Performing underwater, mind you, comes with a whole set of unique logistical problems. Because of the way sound travels through water, the tones produced by the instruments varies not only with the size of the water body they are submerged in, but with the instrument’s positioning within that body and even with the temperature of the water.
So each performer is submerged in their own, individual tank, with their instruments carefully aligned and the water kept consistently between 34-37°C. They have to wear headphones to hear their fellow performers – and they have to synchronise by sound, because light refraction means they can barely see each other. And, of course, they have to breathe, which they do by surfacing in carefully coordinated turns, each one accounted for in the composition so as not to interrupt the music.
Wearing breathing equipment would mitigate this last issue, but Aquasonic’s deeply eerie music makes heavy use of vocal performance, which is a feat unto itself. Aquasonic co-founder Laila Skovmand, whose idea for the band originated in her own experiments singing into water, has had to invent an entirely different singing technique in order to produce a clear underwater sound and not just a stream of bubbles. Talking to the BBC, she explained:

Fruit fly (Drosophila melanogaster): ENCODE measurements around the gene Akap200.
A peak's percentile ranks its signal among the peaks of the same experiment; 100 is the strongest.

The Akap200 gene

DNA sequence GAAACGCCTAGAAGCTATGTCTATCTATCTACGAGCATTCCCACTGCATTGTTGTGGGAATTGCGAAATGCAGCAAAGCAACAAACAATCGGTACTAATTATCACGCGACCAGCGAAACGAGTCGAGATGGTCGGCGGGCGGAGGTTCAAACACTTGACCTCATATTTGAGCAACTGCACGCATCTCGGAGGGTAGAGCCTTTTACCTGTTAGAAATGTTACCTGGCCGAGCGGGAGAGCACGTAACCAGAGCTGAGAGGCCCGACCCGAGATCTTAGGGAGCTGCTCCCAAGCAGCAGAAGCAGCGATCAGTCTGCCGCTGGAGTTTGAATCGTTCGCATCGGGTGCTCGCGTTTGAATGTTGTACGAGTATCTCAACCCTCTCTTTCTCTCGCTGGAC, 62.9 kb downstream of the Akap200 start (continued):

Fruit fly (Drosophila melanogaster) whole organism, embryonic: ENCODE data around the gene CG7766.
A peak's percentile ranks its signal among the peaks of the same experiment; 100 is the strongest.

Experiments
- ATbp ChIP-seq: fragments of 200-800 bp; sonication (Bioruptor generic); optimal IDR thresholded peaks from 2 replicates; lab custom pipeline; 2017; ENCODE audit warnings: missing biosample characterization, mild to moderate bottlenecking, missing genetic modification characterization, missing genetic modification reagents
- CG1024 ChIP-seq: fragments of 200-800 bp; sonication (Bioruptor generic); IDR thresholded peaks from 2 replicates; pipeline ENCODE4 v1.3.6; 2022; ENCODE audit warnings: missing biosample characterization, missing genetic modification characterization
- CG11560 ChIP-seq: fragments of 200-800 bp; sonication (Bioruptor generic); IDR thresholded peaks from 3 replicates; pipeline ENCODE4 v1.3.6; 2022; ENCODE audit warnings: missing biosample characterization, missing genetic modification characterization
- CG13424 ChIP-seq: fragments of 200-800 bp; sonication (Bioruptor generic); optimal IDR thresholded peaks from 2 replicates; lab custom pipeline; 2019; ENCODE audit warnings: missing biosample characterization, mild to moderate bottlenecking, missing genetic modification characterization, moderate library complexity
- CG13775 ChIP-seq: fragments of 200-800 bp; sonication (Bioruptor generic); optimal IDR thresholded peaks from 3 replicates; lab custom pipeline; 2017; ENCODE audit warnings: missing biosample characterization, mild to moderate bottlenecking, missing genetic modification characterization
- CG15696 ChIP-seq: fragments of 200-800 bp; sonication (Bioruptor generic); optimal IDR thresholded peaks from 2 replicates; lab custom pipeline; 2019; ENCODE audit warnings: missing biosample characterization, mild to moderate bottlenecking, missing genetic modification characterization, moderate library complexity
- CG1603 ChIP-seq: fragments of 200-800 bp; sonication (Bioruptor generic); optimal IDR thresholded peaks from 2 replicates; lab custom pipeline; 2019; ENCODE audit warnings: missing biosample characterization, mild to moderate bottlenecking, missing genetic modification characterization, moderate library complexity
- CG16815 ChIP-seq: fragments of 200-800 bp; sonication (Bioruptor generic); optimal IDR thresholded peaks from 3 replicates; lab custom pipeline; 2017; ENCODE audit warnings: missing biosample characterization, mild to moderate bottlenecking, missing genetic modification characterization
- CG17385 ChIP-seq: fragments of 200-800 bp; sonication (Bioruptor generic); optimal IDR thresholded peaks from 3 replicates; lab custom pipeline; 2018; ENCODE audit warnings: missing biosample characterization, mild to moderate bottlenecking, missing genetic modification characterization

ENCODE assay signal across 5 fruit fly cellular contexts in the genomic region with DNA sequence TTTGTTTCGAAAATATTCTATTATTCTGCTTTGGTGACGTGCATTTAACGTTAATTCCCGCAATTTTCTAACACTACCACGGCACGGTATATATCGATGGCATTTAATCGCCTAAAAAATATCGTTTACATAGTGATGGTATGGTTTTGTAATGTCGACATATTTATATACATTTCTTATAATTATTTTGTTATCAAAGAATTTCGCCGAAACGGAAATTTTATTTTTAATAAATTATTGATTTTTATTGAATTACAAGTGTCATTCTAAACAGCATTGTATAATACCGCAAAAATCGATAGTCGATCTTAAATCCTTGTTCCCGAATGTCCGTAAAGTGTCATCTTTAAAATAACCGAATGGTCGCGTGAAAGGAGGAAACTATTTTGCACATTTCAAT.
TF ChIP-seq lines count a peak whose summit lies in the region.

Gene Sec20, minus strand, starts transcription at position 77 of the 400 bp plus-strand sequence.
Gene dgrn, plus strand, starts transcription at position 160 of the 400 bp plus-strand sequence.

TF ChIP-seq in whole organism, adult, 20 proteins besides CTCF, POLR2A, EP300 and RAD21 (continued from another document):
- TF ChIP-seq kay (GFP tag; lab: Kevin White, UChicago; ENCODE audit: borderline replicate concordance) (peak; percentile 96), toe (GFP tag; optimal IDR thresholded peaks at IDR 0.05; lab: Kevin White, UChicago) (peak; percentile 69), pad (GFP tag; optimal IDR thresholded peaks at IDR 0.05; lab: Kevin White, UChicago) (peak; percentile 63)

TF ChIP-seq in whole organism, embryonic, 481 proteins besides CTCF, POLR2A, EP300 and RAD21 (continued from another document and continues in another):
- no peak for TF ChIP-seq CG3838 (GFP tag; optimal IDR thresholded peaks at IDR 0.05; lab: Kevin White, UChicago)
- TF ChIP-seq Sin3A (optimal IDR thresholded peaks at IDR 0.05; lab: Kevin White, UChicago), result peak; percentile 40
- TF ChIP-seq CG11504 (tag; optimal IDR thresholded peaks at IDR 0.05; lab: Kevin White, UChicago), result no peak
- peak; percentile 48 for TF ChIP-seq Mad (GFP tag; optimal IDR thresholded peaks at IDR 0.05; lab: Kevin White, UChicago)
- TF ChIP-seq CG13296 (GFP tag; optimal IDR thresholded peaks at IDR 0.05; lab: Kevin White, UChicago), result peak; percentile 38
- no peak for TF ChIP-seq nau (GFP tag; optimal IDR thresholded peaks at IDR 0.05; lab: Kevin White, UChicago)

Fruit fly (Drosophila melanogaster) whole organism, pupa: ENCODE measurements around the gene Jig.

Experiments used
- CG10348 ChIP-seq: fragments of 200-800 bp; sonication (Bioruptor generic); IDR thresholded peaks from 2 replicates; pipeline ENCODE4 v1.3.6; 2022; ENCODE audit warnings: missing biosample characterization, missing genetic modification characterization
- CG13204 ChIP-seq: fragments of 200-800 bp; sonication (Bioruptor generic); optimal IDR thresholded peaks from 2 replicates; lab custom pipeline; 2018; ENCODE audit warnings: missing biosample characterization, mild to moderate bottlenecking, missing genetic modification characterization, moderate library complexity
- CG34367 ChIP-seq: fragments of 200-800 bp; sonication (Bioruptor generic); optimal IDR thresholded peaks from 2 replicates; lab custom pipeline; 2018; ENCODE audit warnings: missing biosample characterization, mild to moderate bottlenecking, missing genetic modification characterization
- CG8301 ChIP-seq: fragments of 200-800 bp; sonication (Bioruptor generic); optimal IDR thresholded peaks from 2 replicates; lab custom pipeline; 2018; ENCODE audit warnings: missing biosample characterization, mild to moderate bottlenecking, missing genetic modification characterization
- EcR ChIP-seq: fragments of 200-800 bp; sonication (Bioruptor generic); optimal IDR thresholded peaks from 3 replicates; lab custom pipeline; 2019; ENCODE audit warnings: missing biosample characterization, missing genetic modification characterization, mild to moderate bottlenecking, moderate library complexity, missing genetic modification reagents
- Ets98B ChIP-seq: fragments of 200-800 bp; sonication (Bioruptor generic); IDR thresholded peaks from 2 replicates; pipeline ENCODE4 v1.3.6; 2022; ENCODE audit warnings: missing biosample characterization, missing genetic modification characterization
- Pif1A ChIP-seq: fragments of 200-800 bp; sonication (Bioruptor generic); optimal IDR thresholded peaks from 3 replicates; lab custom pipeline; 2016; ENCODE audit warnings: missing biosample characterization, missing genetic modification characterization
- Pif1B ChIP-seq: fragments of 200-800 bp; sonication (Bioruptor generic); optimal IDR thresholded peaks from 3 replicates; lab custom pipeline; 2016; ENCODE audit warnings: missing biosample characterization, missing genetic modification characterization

“[T]o sing underwater I open my mouth as much as I can, and I let water run as far down as I can, and then I have this little air bubble coming up, and I try to keep that air bubble [in] my mouth.”
If the idea of putting your head underwater and letting water run down your throat sounds nerve wracking, you’re not alone: “it is very frightening,“ says Skovmand, “because if we don’t close [our throats strongly enough], we get water into the lungs.”
For air-beathing human beings, making music underwater seems like a particularly fraught exercise. And yet, there is something uniquely compelling about Aquasonic’s sound. In the words of co-founder Robert Karlsson, “We think that water is something we have in common – all humankind and life has something in relation to water”.
If you’ve ever wondered what kind of music mermaids would make, this is it.